Sunday 6 December 2015

Toxicocalamus ernstmayri: A new species of Worm-eating Snake from the Star Mountains of Papua New Guinea.

Worm-eating Snakes, Toxicocalamus, are Elapid Snakes known from Papua New Guinea and some nearby island groups. They are burrowing Snakes, which get their name from their habit of eating Oligochaete Earthworms. There are currently eleven described species, though this is thought to be an underestimation, with the most numerous species currently described, Toxicocalamus loriae, thought likely to be a cluster of similar species and other unknown species likely to be dwelling in underexplored areas of Papua New Guinea.

In a paper published in the Bulletin of the Museum of Comparative Zoology on 26 July 2015, Mark O'Shea of the West Midland Safari Park and the Faculty of Science and Engineering at the University of Wolverhampton, Fred Parker of Townsville in Queensland, Australia and Hinrich Kaiser of the Department of Biology at Victor Valley College and the Department of Vertebrate Zoology at the National Museum of Natural History, describe a new species of Worm-Eating Snake from the Star Mountains in Western Province, Papua New Guinea.

The new species is named Toxicocalamus ernstmayri, in honour of the ornithologist and evolutionary biologist Ernst Mayr, It is described from a single specimen killed by a local resident at Wangbin village in the Star Mountains in December 1969 and subsequently obtained by Fred Parker on behalf of the Museum of Comparative Zoology at Harvard University. The specimen was originally described as a specimen of Micropechis ikaheka, the New Guinea Small Eyed Snake, but re-examination of the specimen revealed it to be a previously unknown species of Toxicocalamus. The specimen is female, and larger than any previously described species in the genus, at 120 cm, and has a distinctive pattern of scales (usually a reliable way to identify species of Snakes). It was blackish in life with bright yellow markings, but has faded to a dull brown colour in preservative since death.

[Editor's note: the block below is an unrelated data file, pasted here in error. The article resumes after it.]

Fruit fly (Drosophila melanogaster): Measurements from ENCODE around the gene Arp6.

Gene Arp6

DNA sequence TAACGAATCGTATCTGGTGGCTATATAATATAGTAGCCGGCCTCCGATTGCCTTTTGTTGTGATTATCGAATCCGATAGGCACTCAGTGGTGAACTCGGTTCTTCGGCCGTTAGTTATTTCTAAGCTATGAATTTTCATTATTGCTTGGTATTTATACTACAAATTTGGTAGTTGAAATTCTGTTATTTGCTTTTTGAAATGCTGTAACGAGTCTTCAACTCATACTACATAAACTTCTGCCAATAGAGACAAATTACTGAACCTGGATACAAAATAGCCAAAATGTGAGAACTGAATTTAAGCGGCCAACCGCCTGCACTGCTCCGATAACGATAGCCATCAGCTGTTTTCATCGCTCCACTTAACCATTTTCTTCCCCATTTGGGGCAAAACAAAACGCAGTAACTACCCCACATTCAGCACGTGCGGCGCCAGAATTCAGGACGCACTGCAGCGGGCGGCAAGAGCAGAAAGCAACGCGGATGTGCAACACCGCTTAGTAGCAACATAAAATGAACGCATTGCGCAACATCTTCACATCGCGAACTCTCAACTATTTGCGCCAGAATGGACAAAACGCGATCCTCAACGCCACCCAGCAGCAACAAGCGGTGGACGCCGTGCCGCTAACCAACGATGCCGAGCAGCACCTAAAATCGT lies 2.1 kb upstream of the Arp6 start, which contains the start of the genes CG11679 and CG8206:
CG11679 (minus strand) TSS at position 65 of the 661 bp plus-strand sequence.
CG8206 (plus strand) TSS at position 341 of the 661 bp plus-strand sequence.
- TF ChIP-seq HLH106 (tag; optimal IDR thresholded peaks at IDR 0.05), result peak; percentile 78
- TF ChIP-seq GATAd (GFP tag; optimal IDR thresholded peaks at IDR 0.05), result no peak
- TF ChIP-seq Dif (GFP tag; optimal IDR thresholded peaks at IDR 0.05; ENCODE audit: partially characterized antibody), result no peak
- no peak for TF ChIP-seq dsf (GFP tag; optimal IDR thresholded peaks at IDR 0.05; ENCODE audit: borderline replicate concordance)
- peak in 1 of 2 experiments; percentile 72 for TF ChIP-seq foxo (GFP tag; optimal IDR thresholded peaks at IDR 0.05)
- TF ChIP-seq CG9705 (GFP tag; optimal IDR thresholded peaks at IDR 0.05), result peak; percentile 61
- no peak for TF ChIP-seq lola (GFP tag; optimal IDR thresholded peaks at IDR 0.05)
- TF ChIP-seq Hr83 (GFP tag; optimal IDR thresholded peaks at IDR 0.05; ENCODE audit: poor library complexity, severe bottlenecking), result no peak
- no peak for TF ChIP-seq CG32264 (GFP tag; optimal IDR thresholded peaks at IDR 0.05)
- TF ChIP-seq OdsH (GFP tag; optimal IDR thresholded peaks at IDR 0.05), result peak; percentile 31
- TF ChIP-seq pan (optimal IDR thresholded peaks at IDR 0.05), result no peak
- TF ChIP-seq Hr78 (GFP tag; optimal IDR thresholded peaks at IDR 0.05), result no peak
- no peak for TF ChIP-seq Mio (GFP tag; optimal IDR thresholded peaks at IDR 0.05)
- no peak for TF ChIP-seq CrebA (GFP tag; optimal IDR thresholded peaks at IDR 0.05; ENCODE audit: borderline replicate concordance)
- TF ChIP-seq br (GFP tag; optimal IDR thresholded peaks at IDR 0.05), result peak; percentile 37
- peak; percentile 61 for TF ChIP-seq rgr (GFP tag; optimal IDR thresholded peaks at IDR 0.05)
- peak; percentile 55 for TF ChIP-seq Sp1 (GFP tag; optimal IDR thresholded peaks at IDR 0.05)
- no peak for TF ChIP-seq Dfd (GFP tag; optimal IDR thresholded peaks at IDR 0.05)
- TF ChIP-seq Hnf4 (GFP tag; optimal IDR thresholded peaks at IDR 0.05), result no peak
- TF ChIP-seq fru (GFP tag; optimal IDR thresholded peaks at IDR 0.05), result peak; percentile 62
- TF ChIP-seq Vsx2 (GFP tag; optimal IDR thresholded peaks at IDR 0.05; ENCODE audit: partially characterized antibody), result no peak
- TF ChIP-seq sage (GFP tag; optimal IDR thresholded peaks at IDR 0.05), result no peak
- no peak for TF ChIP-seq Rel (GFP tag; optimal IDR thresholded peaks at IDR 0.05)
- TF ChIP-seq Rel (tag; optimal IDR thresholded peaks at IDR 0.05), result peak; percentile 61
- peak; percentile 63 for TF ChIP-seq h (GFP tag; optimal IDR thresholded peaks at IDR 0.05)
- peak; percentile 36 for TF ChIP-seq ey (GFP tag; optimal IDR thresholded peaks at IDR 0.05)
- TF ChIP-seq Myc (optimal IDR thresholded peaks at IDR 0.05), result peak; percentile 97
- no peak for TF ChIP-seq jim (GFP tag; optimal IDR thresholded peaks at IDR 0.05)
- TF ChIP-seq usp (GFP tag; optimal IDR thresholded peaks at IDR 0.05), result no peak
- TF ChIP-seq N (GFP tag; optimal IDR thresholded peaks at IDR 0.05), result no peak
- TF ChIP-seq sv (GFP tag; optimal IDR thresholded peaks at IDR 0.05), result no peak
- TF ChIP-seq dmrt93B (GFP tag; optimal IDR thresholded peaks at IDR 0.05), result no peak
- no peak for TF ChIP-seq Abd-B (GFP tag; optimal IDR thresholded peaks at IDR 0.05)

Toxicocalamus ernstmayri in (A) dorsal and (B) ventral view. Scale bar is 5 cm. O'Shea et al. (2015).

The discovery that the specimen is a Worm-eating Snake helps to shed some light upon the diet of the group. Most members of the genus are quite small, but the largest members, like Toxicocalamus ernstmayri, can exceed a meter in length, and a diet of Earthworms seems highly unlikely for such large snakes, particularly as they are highly venomous and apparently would be more than capable of subduing small Vertebrate prey. However no member of the genus has ever been found with a vertebrate among its stomach contents, and captive Worm-eating Snakes have refused all food other than Earthworms.

The single specimen of Toxicocalamus ernstmayri was examined for stomach contents when it was first obtained, with one Earthworm and one parasitic Nematode being found. As this is the largest Worm-eating Snake specimen known to have been examined, this finding strongly supports the theory that despite all members of the genus rely almost entirely on a diet of Earthworms.

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